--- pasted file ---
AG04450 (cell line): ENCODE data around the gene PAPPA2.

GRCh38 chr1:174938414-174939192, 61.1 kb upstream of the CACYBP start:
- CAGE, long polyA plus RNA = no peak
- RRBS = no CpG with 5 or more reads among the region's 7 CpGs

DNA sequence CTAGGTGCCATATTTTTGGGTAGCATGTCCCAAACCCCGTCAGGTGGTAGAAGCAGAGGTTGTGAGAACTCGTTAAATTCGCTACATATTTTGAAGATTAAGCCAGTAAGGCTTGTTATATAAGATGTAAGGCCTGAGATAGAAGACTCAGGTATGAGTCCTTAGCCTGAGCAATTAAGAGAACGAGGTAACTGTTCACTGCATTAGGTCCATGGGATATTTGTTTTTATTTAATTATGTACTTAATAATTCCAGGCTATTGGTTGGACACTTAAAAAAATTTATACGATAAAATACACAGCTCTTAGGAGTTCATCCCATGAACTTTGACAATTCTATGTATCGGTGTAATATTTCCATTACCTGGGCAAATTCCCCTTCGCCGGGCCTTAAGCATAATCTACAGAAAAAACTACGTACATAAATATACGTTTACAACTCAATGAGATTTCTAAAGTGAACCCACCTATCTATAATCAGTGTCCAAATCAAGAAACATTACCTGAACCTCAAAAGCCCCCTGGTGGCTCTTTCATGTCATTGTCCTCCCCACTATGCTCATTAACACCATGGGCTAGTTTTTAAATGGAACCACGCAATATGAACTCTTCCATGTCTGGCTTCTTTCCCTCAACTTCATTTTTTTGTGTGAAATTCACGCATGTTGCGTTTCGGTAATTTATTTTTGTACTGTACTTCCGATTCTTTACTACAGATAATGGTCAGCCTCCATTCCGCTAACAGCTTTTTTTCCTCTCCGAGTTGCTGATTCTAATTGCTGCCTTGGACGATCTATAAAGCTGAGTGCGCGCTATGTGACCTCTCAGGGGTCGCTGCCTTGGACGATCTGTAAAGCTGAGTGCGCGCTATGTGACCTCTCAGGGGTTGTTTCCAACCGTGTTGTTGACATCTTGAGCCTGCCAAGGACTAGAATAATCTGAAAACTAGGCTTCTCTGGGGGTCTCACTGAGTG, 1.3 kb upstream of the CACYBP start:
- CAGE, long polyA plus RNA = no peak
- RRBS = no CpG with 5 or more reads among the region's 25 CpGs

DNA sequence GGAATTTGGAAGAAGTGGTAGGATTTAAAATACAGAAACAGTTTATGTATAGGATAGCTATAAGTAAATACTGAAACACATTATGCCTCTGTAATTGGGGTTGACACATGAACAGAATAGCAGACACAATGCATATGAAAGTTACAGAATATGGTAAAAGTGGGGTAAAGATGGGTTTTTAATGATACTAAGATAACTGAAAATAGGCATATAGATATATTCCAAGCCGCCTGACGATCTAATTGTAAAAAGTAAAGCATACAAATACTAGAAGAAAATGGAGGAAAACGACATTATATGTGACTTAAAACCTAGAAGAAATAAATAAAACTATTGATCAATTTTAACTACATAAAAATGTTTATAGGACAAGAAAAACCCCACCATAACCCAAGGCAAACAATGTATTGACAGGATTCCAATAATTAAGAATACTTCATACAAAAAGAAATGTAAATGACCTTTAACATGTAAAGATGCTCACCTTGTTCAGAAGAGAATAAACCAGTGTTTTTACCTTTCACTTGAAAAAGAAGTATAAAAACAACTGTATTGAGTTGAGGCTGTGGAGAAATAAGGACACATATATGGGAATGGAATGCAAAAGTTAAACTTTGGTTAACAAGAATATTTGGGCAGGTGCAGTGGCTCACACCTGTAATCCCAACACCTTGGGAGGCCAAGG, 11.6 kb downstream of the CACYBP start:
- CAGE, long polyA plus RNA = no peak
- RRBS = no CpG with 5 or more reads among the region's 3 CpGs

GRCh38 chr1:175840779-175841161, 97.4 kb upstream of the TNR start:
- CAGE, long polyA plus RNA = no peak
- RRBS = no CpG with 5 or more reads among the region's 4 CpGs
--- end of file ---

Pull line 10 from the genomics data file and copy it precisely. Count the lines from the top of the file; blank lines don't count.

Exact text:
- RRBS = no CpG with 5 or more reads among the region's 3 CpGs